Many Americans agree with Babe Ruth's statement that, "Baseball was, is, and always will be to me the best game in the world." As America's preeminent illustrator, Norman Rockwell was as ubiquitous to the American public as the images he created and for many, he was a household name like Babe Ruth. Indeed, his compositions are as closely associated with American life as baseball.
Over the course of seven decades the artist produced more than 800 magazine covers and advertisements for over 150 companies. These works depicted a sweeping range of topics during a century of extensive technological and social change, making Rockwell one of the most successful mass communicators of the century and allowing him to forge a sense of national identity through his art. "His images convey our human shortcomings as well as our national ideals of freedom, democracy, equality, tolerance and common decency in ways that nobody could understand. He has become an American institution. Steven Spielberg recently said, 'Aside from being an astonishingly good storyteller, Rockwell spoke volumes about a certain kind of American morality.' It is a morality based on popular values and patriotism, a morality that yearns above all for goodness to trump evil." (L.N. Moffat, Norman Rockwell: A Definitive Catalogue, vol. I, Stockbridge, Massachusetts, 1986, p. 26)
Most memorable among Rockwell's achievements is his long-standing relationship with The Saturday Evening Post, a weekly periodical read by millions. Over the course of more than fifty years, the artist illustrated 322 covers for the magazine including the present work, which is a study for The Dugout (Chicago Cubs in Dugout) (1948, Brooklyn Museum, Brooklyn, New York), the cover of the September 4, 1948 issue. Rockwell's covers sold more magazines than any other artist's and, in this way, his art became familiar to the American public and emblematic of both the great events and the mundane experiences of the first three-quarters of the twentieth century. "On a frequent and regular basis, millions of Americans brought Rockwell's art into their homes--viewing his Post covers while seated in their favorite chairs, surrounded by personal belongings in the company of their families." (M.H. Hennessey and A. Knutson, Norman Rockwell: Pictures for the American People, exhibition catalogue, Atlanta, Georgia, 1999, p. 143)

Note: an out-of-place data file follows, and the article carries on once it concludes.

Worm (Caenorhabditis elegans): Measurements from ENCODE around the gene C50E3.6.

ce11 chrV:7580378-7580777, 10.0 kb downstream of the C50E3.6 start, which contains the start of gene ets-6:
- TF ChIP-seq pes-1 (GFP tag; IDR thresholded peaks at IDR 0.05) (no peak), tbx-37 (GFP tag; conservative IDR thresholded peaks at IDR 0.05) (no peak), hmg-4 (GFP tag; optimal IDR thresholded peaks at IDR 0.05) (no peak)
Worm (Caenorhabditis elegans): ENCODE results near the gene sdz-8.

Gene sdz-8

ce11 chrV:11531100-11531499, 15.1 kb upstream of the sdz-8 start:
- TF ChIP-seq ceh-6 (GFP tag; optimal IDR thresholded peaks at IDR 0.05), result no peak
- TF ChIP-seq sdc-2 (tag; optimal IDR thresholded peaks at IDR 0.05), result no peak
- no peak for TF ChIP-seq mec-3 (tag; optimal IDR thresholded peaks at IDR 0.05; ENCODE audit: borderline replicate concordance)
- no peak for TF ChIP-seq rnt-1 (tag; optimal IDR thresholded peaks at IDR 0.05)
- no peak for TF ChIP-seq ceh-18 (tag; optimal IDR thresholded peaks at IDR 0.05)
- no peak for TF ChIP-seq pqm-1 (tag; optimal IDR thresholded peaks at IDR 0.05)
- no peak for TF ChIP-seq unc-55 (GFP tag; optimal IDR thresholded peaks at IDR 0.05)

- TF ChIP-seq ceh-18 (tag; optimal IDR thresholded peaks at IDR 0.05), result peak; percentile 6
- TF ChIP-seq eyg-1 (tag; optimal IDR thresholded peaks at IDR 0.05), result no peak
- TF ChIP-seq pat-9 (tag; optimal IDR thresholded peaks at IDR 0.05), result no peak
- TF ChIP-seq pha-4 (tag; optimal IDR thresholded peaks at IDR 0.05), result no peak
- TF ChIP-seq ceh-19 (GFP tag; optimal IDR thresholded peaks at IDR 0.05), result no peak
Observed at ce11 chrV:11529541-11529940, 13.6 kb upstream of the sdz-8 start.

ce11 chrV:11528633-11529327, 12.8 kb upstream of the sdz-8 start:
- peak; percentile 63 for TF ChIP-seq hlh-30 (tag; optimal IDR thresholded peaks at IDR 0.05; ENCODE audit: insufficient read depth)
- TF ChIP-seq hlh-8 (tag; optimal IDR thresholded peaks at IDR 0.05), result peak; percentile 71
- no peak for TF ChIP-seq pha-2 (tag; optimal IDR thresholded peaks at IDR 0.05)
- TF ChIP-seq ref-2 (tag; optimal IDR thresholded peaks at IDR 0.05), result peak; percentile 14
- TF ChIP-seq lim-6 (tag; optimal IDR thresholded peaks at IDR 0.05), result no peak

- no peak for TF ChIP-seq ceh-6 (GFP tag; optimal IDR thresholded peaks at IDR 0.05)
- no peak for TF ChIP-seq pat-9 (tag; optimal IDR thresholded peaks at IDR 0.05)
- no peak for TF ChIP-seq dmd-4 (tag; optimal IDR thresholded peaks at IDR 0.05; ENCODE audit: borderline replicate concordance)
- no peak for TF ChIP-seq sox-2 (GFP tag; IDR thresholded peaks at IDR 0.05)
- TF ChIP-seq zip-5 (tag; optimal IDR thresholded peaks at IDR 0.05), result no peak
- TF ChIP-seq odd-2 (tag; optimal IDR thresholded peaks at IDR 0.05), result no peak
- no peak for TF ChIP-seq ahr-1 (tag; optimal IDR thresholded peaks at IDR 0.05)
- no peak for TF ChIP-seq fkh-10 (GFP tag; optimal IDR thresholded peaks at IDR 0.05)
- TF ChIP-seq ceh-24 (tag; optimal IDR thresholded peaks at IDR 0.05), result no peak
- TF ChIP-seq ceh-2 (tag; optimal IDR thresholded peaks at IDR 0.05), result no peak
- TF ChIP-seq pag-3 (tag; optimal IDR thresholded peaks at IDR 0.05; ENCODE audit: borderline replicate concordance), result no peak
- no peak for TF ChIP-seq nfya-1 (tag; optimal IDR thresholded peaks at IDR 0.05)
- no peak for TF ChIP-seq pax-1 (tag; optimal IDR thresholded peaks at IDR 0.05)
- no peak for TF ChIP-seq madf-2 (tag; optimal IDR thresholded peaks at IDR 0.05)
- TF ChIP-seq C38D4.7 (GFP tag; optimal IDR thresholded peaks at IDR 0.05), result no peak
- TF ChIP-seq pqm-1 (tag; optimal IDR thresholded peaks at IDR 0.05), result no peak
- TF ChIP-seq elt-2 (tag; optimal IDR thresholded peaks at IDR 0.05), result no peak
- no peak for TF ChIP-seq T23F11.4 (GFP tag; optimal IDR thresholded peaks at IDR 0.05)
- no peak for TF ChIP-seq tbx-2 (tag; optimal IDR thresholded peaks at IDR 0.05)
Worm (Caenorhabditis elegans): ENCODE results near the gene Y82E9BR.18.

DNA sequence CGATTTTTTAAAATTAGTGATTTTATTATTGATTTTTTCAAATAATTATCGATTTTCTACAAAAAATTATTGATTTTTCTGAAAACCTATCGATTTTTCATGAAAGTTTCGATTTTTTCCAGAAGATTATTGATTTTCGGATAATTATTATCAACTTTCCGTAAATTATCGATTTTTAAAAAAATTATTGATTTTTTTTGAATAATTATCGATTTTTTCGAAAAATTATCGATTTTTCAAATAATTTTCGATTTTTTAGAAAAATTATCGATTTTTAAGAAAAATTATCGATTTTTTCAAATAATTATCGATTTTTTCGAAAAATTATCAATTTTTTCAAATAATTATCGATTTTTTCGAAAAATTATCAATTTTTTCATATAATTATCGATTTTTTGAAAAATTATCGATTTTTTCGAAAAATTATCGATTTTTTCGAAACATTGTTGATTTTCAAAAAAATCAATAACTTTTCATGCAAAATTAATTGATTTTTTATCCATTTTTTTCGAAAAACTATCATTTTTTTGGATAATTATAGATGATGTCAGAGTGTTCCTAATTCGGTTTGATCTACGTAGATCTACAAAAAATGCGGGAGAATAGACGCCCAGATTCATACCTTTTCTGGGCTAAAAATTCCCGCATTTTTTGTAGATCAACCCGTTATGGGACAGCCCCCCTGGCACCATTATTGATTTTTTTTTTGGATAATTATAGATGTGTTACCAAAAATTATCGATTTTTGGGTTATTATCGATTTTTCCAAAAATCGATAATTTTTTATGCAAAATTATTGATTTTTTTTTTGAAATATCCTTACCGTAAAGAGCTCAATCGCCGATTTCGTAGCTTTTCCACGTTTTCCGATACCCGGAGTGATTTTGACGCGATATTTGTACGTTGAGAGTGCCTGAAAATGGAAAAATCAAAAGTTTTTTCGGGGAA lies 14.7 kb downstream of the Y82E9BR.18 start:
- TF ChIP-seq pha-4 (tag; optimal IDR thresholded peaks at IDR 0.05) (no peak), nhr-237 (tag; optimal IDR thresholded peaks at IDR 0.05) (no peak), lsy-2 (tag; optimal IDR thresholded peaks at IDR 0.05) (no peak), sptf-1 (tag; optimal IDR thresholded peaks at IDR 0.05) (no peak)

The Dugout is exemplary of Rockwell's ability to imbue his work with narrative and capture the essence and character of the people that he depicted. In the present work he adeptly captures the anxiety tinged focus of the player who is next at bat, while his teammates' glum facial expressions and body positions reveal that the game is not going in their favor. Rockwell masterfully captures the energy of the crowd behind the players, as the highly developed individuals cheer fervently.
In discussing his career, Rockwell commented, "I was showing the America I knew and observed to others who might not have noticed. And perhaps, therefore, this is one function of the illustrator. He can show what has become so familiar that it is no longer noticed. The illustrator thus becomes a chronicler of his time." (as quoted in Norman Rockwell: A Definitive Catalogue, p. xii) With The Dugout Rockwell succeeds not only in chronicling his time, but also in capturing the nostalgia associated with baseball. This masterwork brought a national pastime home to houses across America and continues to do so for today's viewer.